African Entrepreneurs Are Creating More Responsive, Accessible Health Systems
By April Warren, LHSS Project Senior Technical Advisor — Private Sector Engagement
In October, I participated in a forum not typically frequented by health systems strengthening practitioners. The Social Capital Conference (SOCAP) convenes global investors, corporations, venture philanthropists, entrepreneurs, policy makers, and nonprofit leaders seeking to solve the world’s greatest challenges by deploying capital in new ways. Amidst the crises of Covid-19 and racial injustice, private capital players were newly awake to possibilities for investing in more equitable, resilient health systems.
Representing USAID’s Local Health System Sustainability Project (LHSS), I moderated a virtual panel on health care innovation and Covid-19, featuring two African health entrepreneurs currently receiving support from LHSS. Four key takeaways emerged:
1) Locally-led, private sector enterprises are using technology to address some of sub-Saharan Africa’s most pressing health challenges.
Panelist Conrad Tankou founded GIC Space to tackle some of Africa’s biggest challenges. One of these challenges is the high morbidity and mortality due to breast and cervical cancers — problems caused by limited access to screening and diagnosis and shortages of qualified health care workers. Tankou and his team developed GICMed, which enables frontline health workers in rural areas to screen women with the support of remote specialists who can provide diagnoses from anywhere in the world. This is made possible by technologies built in-house, including smartphone digital microscopy and colposcopy systems, and a telemedicine platform.
Another example is Nigeria’s mDoc, a social enterprise that harnesses technology, behavioral science, quality improvement, and data to improve the care experience for people living with chronic diseases. mDoc co-founder Nneka Mobisson noted that 28 million people in sub-Saharan Africa have died prematurely of chronic diseases in the past decade — a toll projected to grow dramatically in coming years. mDoc’s four-pronged approach includes: 1) connecting people to multidisciplinary care teams that provide digital, behavioral nudges; 2) in-person “nudge hubs” where customers can get personal support; 3) a geo-coded directory of health facilities to link customers to care; and 4) tele-education and in-person training for health care providers to ensure high-quality care.
2) Local innovators leveraging digital technology were uniquely prepared to adapt and support the response to Covid-19 in their countries.
Before Covid-19, mDoc and GICMed relied on in-person touch points with patients and health care workers. But both were able to adapt rapidly to shutdowns and social distancing by leveraging their technology platforms. When health facilities closed or reduced services, mDoc became a 24/7 point of contact for patients with fears and urgent care needs. Pregnant women, a key customer segment for mDoc, were able to use mDoc to speak with their health coaches, decide whether their symptoms warranted a visit to a health practitioner, and find medical facilities that were open.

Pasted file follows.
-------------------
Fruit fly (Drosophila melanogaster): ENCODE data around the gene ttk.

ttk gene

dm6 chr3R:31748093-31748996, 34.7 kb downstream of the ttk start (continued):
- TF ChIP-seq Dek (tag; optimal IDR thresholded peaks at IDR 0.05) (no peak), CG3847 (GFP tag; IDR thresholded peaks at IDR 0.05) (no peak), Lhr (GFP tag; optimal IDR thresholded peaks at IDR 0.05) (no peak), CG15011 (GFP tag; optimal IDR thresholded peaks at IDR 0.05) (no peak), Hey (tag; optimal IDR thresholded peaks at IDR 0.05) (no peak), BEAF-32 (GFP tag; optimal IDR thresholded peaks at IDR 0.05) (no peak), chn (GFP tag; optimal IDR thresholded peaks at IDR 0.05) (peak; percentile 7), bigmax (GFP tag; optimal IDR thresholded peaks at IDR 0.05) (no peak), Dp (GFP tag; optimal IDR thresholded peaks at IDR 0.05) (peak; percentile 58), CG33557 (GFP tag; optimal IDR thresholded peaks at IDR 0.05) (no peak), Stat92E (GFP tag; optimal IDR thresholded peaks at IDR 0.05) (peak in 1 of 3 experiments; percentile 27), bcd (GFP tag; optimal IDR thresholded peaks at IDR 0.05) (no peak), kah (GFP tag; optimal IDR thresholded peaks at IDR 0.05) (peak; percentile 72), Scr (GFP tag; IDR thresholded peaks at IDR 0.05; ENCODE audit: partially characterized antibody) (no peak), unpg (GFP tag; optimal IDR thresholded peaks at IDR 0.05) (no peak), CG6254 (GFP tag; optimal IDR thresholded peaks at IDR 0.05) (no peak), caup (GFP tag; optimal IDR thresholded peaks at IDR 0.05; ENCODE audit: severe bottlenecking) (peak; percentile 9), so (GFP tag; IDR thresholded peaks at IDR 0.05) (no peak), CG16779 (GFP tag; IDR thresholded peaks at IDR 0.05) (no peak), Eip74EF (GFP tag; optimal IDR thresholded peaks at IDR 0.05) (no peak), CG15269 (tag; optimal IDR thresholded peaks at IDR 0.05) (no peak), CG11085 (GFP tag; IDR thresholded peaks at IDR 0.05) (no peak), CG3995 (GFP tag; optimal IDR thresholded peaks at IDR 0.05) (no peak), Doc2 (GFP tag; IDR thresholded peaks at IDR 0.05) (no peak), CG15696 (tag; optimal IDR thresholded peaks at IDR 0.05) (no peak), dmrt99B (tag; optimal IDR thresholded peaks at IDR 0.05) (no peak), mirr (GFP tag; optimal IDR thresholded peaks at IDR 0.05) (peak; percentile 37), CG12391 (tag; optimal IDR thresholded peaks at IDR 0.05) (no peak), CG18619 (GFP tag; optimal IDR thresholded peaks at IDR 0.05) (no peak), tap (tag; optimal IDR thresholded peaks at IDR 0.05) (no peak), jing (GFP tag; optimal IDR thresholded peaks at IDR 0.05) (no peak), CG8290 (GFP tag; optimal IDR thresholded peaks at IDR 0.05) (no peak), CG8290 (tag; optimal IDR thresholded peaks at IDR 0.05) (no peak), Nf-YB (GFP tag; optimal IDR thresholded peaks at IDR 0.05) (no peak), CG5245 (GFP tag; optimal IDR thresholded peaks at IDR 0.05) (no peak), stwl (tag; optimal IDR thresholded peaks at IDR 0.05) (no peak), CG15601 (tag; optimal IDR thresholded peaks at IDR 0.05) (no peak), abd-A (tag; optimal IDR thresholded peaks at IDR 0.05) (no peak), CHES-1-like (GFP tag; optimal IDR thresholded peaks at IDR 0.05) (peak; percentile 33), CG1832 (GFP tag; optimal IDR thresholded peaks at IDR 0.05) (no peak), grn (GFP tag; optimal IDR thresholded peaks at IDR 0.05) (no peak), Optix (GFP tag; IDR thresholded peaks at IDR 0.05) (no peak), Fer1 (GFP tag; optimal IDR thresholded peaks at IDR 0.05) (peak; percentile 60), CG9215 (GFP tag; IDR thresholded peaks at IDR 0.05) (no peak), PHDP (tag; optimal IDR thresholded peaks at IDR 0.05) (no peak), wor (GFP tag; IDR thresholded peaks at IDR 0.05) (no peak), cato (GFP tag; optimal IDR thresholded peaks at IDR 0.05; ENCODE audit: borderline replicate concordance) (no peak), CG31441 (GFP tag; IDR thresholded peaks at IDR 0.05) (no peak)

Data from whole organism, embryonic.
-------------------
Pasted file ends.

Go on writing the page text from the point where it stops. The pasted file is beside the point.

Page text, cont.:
To support the broader health system, both GICMed and mDoc strengthened their e-learning capabilities, safely providing information to health care workers and patients. In the future, these capabilities will help their businesses scale more quickly and at a lower cost. Both panelists acknowledged a silver lining to Covid-19: a stronger recognition of the value and necessity of digital health solutions, and evidence that these solutions work in low-income, low digital literacy contexts.
3) Health enterprises need patient capital, partnerships, and support to build the systems needed to scale.
Tankou and Mobisson agreed that securing financing is a top barrier to their growth. Mobisson stressed the importance of access to “the right kind of patient capital,” referring to investors that are willing to take risks and give them time to learn, understanding that methods that work in highly developed countries may not apply in their contexts.
Beyond capital, Tankou said, GICMed needs to generate evidence to attract government partnerships and find a way to deal with varied national regulatory systems. Through technical assistance from the LHSS Project, GICMed is refining its business model and creating a standardized process to replicate in new health care facilities. Mobisson said the organizational strategy support provided through the LHSS Project is helping her company build “a robust foundation for scale.”
4) Investors should give more consideration and capital to African founders, who are best placed to meet the needs of their countries.
Both panelists pointed out that it is harder for African than expat founders to raise capital for social ventures in Africa. “If someone is born into a society with a problem and has used his energy and networks to solve that problem, he knows the context best, and that is the best bet for impact investment,” said Tankou, imploring investors to consider African founders. Mobisson urged investors to examine implicit biases that may affect the risk profiles they assign to African founders, and to be more intentional about how and in whom they invest.
I hope their message was heard. After all, it is local entrepreneurs and leaders who are in their countries, responding to Covid-19 now — and who will be there when the next challenge comes, tackling it with whatever resources they have.
About the LHSS Project
The Local Health System Sustainability Project is the United States Agency for International Development’s (USAID’s) flagship initiative in integrated health systems strengthening. Its goal is to help low- and middle-income countries transition to sustainable, self-financed health systems as a means to support access to universal health coverage. The LHSS Project is led by Abt Associates.